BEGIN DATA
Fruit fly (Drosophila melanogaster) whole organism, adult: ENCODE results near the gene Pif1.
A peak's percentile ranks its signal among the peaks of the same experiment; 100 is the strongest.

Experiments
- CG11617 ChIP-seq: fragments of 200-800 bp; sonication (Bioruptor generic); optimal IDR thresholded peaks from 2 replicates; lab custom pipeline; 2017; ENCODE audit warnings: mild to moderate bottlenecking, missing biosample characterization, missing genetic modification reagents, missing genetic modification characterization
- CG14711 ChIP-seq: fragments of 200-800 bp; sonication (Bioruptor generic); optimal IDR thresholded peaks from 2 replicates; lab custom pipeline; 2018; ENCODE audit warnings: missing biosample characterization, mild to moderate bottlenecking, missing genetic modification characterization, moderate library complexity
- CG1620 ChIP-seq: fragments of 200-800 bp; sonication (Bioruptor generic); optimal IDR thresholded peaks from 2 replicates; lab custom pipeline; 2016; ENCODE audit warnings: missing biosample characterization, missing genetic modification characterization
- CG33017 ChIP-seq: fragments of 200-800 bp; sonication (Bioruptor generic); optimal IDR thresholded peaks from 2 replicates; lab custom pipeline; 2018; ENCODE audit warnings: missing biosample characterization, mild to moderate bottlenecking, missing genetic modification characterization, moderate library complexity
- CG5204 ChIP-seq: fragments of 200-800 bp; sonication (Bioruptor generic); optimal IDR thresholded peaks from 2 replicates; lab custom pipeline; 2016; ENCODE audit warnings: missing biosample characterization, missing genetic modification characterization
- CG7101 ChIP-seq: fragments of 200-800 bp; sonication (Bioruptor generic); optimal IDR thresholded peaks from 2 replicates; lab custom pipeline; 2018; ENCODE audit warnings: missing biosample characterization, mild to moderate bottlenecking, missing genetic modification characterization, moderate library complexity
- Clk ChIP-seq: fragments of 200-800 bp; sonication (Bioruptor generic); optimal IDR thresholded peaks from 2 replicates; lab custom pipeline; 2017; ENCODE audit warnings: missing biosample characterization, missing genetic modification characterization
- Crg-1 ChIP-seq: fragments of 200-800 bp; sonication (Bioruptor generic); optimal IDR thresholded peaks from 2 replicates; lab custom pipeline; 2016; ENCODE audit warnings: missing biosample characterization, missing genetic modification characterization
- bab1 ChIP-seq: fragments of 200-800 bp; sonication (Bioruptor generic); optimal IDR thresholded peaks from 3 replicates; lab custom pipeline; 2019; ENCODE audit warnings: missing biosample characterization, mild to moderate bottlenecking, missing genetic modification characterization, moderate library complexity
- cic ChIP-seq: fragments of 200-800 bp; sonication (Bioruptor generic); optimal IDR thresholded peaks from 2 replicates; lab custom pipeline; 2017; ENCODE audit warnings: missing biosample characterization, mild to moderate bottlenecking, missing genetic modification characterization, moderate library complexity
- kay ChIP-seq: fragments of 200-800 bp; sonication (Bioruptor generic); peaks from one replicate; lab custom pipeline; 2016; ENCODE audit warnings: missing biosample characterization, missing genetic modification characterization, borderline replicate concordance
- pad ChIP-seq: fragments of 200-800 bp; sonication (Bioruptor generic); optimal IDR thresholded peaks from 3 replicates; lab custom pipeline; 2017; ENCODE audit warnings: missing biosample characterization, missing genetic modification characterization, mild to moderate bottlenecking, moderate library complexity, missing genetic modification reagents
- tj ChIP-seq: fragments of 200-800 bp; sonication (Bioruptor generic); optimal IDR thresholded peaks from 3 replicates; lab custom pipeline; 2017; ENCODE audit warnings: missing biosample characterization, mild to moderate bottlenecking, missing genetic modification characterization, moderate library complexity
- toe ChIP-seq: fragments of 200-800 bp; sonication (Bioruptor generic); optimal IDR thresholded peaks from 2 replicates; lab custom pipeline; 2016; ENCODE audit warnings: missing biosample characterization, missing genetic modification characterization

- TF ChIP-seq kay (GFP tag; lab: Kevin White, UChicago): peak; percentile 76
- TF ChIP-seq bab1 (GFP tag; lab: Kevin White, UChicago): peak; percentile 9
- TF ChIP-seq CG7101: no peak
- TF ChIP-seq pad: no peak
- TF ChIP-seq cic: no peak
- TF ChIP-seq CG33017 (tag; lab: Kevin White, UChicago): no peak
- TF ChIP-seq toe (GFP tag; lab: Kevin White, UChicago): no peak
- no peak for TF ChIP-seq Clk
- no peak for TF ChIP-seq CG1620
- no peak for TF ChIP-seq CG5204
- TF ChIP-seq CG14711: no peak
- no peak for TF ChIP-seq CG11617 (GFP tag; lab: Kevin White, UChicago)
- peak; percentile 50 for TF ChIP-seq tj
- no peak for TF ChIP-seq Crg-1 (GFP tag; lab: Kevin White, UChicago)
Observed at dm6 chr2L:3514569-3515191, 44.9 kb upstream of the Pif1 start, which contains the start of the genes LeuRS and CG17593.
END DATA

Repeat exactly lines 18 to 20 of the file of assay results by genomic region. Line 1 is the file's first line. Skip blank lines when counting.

- TF ChIP-seq kay (GFP tag; lab: Kevin White, UChicago): peak; percentile 76
- TF ChIP-seq bab1 (GFP tag; lab: Kevin White, UChicago): peak; percentile 9
- TF ChIP-seq CG7101: no peak